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Language Extinction

In: English and Literature

Submitted By ElCuento
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In recognising the value of individual languages we acknowledge the dignity and worth of our fellow human beings. – Desmond Tutu (Universal Declaration of Linguistic Rights Follow-up Committee. April, 1998)

It all began with the steam engine. The industrial revolution, which kicked off in late 18th Century set off a series of rapid improvements in technology, which provided us with mass transit and mass communications. Many places that were once exotic realms barely set upon, became multi million dollar wellness centres for exhausted western tourists, complete with western television, McDonalds outlets and internet cafes. Professor Austin’s quote rightly alludes to the fact that the developments of modern technology over the past century have been a major factor in permanently concentrating the world closer together, a place where cultures bleed into one another. And it is having a dramatic effect on the number of languages.

If means are not devised to stop it, half of the worlds 7000 odd languages that are spoken today will disappear within the next couple of generations. (SBS, 2013). This will also correspond to the loss of half of the world’s cultural wealth and ancestral knowledge. I will discuss the reasons why language diversity is important, and the challenges that are presented to it by contemporary society.

Language is the most important tool we as humans have at our disposal. It is the means by which we learn, and the means by which we teach. It provides us with the only vehicle to express our feelings, articulate our ideas and collaborate. Human language itself is remarkably unique in the context of the natural world. We are the only creature that both speaks and writes and the only creature with the power of recursive thought, which in layman’s terms allows the ability for us to recall past episodes and imagine ourselves in future ones, as well having the ability to think about thinking. (Corballis 2011, preface xi).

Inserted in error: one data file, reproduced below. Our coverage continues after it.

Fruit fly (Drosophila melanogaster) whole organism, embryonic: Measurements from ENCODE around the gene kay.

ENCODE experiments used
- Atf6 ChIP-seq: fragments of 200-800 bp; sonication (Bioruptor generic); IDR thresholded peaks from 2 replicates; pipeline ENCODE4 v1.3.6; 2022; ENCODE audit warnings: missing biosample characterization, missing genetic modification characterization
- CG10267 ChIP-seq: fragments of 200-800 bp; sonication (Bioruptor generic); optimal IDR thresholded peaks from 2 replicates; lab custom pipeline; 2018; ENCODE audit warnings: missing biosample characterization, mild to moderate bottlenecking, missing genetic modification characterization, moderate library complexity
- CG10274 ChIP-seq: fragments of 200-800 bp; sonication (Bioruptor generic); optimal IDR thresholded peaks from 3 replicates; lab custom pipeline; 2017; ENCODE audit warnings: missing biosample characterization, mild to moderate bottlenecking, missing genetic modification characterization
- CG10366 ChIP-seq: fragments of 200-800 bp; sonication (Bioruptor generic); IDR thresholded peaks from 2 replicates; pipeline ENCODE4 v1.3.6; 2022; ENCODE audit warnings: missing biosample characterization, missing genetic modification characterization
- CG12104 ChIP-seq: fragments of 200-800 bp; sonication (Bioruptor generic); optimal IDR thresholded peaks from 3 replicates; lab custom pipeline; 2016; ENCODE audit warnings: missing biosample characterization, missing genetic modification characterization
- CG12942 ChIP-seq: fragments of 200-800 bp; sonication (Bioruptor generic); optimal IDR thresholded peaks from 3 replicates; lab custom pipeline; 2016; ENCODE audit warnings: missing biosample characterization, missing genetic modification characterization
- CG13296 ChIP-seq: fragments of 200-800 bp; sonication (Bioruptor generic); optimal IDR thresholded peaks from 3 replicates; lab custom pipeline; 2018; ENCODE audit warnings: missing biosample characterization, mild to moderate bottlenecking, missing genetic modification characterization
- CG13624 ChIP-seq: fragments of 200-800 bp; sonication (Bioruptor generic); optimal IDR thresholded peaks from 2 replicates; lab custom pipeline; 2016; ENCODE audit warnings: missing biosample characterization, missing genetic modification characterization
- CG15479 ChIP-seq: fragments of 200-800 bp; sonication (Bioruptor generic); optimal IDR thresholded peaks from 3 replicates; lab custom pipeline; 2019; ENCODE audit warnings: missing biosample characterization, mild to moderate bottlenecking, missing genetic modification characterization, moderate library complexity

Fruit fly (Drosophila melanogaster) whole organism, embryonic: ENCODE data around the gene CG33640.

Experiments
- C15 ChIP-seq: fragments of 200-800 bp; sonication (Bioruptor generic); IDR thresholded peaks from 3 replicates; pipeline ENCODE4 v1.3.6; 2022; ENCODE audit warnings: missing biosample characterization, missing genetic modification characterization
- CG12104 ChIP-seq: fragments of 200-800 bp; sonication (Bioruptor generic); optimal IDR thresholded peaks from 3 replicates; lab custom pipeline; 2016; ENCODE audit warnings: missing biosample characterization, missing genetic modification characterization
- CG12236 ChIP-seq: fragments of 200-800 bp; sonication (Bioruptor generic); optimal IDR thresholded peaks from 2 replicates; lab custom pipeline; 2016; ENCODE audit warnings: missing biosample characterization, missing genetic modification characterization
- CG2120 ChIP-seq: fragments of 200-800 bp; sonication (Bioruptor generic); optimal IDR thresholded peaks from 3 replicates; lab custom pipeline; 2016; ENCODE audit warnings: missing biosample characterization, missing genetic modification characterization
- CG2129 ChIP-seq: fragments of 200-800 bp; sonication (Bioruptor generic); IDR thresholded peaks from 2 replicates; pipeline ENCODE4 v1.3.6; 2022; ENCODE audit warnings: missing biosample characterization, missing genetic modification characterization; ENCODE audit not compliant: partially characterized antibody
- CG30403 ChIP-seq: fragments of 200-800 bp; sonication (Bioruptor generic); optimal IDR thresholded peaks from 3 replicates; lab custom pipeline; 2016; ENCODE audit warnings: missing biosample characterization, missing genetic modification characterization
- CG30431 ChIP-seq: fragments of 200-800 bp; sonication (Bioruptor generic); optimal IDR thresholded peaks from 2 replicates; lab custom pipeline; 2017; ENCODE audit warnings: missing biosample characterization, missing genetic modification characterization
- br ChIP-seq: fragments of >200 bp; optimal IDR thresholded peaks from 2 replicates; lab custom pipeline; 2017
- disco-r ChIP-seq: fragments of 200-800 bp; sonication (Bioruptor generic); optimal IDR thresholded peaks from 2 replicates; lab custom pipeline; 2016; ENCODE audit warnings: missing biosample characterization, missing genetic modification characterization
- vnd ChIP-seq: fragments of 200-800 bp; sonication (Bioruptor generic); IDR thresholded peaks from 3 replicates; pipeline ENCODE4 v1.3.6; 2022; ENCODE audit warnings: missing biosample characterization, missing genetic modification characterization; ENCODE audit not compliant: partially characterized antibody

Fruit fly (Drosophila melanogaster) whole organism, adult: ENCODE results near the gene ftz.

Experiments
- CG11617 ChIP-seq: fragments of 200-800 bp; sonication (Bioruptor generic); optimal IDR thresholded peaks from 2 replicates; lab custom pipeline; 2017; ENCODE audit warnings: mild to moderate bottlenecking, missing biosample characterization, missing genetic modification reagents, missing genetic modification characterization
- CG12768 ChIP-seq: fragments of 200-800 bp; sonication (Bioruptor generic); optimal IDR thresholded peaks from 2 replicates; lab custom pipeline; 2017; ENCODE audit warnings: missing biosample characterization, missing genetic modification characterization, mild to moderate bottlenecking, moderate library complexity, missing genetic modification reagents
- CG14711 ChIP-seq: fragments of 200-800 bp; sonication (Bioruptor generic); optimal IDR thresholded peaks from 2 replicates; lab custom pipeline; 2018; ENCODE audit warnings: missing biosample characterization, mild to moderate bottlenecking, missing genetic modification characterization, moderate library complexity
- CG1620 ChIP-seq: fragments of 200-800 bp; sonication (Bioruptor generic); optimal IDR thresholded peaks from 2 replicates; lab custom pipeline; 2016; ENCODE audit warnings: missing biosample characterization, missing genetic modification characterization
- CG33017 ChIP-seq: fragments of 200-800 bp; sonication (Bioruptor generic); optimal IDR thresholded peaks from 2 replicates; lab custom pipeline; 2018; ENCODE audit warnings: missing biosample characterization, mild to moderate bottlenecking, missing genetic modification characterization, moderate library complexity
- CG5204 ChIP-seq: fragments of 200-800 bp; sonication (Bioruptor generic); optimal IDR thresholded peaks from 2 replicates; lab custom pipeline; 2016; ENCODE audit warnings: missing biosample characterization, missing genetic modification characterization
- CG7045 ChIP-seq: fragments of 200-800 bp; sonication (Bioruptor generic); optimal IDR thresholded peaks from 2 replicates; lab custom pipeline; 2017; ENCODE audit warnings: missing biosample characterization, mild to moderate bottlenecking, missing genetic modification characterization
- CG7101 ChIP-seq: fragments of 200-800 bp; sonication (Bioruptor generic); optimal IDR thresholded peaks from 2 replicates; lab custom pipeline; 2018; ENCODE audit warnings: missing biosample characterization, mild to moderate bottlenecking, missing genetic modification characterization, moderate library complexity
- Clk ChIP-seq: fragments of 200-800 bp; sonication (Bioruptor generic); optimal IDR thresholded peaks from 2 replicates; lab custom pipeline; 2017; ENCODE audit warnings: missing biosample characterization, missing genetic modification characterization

Language is a crucial element of our personal identity, which also includes traits of gender, race, class, and sexuality. Our right to an individual language is on par with any other of the key human rights we take as assumed. As we make great strides against intolerance gender, race or sexuality based discrimination, could we argue that an attack on a language should be treated in the same way as an attack on any other element of personal identity? Identity is also about internal recognition of cultural belonging according to (Nunan, Choi 2010, p.3) and is akin to the most fundamental of family instincts we have within us.

Importantly, language has been shown to strongly influence our worldview and therefore our culture. Modern studies based on the Samir Whorf hypothesis provide evidence that we think or behave differently as a result of the different languages we speak. This has been shown to be the case especially in spatial cognition, our social use of language and even in how we perceive colour! (Phelps, K 2012)

Historically, most instances of endangerment or extinction of language have been by force, such as those seen in the wake of Spanish colonialism from the 16th Century. One current example is that of the Kurdish people in modern Turkey. Successive Governments over the past century have viewed the attempts of the Kurdish people to maintain their language as a threat to Turkish national identity (Wee, 2011, p.8) Laws at various times across this period have included bans on studying, reading or speaking in Kurdish. Other bans have included bans on Kurdish place names, print publishing, radio or television produced in Kurdish, wearing of traditional Kurdish clothes, playing or selling Kurdish music, and people have been subject to forced migration out of existing Kurdish areas. (Skutnabb-Kangas, 1994, pp.347, 353).